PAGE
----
The war in Iraq was an abject failure

President Barack Obama and administration officials are hailing the so-called end to the war in Iraqi as some kind of success. Some are saying that the loss of about 4,500 American lives with more than 100,000 injured as well as the thousands more Iraqis killed and wounded was worth the price of the war commenced by President George W. Bush in 2003.

But, in my opinion, this senseless war was not worth a single American or Iraqi life.

It was a war based on lies and deceptions, a war with the intent by the Bush Administration (supported by some opportunistic Democrats) to assert U.S. military power to underscore the maintenance of the American empire, not only in the Middle East but throughout the world.

This empire consists of ensuring American access to markets and to natural resources such as oil in different parts of the world. U.S. military power in the form of hundreds of worldwide military bases is also part of this empire.

When I say it was a senseless war, I mean that it was senseless for almost all Americans except for the ruling elite -- the 1 percent -- who benefit from this empire. For this ruling class, such wars of intervention, including Afghanistan, make sense with respect to their bottom line.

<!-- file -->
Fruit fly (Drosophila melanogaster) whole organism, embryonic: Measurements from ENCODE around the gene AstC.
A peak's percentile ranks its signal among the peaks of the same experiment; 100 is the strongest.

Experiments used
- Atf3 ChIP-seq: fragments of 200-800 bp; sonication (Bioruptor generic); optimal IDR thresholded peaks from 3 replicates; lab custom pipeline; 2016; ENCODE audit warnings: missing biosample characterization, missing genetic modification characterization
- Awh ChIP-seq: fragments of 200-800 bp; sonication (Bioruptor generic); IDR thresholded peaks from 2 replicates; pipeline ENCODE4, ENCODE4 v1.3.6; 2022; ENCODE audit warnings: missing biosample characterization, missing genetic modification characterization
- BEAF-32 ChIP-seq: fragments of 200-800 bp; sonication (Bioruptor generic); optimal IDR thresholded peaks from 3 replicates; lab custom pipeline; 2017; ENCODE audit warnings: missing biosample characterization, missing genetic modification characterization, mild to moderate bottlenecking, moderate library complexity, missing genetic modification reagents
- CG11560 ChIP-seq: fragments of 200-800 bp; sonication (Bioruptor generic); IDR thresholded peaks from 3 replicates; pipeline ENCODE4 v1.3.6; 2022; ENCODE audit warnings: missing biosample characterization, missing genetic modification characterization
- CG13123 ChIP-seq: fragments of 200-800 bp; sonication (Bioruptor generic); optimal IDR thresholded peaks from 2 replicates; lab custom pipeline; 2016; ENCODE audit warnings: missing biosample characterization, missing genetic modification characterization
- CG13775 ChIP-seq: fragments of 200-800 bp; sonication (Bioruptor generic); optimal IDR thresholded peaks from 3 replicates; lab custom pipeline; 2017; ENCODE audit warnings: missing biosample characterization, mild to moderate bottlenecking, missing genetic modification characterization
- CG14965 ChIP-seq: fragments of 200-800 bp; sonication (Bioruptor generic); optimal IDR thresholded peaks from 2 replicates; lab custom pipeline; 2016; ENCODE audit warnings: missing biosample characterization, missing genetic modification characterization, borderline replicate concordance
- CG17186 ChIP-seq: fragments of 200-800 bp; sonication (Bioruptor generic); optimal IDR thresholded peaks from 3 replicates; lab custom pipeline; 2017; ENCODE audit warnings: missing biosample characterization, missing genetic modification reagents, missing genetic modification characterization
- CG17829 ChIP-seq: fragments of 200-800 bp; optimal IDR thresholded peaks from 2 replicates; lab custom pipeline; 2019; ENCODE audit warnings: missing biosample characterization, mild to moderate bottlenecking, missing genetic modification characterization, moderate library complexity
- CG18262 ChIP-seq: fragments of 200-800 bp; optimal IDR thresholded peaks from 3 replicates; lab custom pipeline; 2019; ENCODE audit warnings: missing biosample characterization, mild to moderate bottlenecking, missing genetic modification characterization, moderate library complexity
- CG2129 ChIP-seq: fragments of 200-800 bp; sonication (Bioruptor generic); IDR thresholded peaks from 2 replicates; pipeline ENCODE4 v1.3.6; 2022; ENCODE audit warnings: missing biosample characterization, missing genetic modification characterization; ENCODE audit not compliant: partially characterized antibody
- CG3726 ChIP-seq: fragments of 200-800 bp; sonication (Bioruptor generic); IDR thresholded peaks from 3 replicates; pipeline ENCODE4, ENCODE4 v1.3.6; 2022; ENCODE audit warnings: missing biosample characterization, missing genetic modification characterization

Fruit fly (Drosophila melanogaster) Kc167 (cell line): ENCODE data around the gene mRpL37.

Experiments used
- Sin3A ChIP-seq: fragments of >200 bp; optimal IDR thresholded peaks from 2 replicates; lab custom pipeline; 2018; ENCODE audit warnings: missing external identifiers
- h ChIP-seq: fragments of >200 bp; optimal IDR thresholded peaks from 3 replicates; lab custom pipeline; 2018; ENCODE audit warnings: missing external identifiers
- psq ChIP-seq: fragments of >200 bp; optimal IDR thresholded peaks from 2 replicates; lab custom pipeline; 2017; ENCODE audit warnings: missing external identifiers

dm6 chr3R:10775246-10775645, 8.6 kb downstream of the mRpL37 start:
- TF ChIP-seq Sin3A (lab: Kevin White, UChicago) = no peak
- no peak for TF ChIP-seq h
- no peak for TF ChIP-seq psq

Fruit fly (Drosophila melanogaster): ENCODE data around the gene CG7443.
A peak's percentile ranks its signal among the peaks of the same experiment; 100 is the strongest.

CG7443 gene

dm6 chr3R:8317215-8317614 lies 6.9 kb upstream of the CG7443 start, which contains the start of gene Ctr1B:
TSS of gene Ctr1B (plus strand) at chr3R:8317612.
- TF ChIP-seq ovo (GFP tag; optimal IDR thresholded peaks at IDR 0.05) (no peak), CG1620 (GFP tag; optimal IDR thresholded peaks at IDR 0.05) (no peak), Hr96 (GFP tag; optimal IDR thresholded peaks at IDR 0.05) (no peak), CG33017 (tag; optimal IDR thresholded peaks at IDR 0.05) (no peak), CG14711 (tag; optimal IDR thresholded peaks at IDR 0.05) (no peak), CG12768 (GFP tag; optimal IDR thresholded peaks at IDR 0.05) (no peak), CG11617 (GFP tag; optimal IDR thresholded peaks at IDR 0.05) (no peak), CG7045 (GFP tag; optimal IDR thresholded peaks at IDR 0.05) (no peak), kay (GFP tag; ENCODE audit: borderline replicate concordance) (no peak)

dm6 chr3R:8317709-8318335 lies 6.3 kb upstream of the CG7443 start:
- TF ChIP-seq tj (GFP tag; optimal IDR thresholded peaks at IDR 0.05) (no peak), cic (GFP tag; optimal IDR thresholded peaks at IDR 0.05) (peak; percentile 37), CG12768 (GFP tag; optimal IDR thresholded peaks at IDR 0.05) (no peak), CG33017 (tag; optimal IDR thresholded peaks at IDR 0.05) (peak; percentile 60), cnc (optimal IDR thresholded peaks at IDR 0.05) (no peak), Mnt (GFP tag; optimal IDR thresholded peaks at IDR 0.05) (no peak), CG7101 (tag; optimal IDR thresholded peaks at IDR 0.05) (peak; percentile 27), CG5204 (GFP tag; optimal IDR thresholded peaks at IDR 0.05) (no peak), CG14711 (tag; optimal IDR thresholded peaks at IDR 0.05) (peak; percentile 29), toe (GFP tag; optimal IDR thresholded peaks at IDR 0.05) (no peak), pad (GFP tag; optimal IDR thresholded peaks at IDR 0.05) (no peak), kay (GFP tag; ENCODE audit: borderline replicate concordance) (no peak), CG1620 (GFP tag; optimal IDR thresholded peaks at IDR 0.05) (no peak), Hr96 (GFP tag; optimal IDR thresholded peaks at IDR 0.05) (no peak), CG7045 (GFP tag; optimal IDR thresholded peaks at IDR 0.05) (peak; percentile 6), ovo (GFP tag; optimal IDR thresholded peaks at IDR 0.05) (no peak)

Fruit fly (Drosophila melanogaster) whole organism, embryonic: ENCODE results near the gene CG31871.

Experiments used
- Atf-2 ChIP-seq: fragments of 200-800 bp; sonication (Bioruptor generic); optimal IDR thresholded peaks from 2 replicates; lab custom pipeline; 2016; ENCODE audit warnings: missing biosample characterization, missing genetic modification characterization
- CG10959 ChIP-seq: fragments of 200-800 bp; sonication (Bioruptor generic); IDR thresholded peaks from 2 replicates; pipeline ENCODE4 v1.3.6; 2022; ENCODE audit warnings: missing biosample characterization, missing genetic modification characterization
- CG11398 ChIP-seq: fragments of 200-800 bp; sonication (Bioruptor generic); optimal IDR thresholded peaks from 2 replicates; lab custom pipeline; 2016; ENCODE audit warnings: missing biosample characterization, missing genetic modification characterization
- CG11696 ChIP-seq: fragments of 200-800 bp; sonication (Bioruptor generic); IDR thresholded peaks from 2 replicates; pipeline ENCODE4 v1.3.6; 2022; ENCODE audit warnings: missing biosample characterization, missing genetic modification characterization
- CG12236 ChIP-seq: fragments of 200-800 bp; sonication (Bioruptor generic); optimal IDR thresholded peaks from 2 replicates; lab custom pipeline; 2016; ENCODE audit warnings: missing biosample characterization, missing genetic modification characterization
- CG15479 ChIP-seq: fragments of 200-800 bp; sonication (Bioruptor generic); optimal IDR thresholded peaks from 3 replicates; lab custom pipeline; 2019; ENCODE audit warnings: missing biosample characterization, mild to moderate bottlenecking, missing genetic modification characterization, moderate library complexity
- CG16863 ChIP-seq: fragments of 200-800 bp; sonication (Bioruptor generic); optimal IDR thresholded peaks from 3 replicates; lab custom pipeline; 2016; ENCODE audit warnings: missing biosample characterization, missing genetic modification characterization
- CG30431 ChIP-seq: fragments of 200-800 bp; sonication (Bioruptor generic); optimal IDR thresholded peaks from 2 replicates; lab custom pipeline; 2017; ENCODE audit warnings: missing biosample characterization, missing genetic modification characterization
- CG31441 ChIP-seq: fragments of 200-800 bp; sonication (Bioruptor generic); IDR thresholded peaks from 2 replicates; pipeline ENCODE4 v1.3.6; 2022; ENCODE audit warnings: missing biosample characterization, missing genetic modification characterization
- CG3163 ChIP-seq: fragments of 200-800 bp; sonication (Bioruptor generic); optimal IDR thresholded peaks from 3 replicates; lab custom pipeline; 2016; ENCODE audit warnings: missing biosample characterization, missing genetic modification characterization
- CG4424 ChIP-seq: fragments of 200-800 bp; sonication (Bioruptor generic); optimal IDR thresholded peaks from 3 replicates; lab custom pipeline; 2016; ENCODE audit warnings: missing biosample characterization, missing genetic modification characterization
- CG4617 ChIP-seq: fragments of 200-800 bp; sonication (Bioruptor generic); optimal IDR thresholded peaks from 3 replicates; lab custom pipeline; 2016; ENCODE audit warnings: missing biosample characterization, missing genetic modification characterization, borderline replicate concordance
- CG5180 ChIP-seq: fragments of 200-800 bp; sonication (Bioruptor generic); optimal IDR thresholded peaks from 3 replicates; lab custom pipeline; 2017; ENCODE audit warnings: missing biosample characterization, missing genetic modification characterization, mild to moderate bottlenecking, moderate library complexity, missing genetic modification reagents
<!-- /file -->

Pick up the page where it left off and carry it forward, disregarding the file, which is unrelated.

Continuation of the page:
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But the war in Iraq can never be justified for those who died in it; those who came back maimed; those families torn apart as their loved ones left for war (and some never returned); and for the billions of dollars wasted that only has contributed to the country’s economic woes.

Instead of trying to somehow justify the Iraq war, President Obama should have used the removal of the last of U.S. combat troops to reflect on the tragedy of the war and to vow that, at least under his watch, no such unnecessary interventions would take place. In the end, only the majority of us can assure preventing such future wars by our protests and struggles against imperial adventures.


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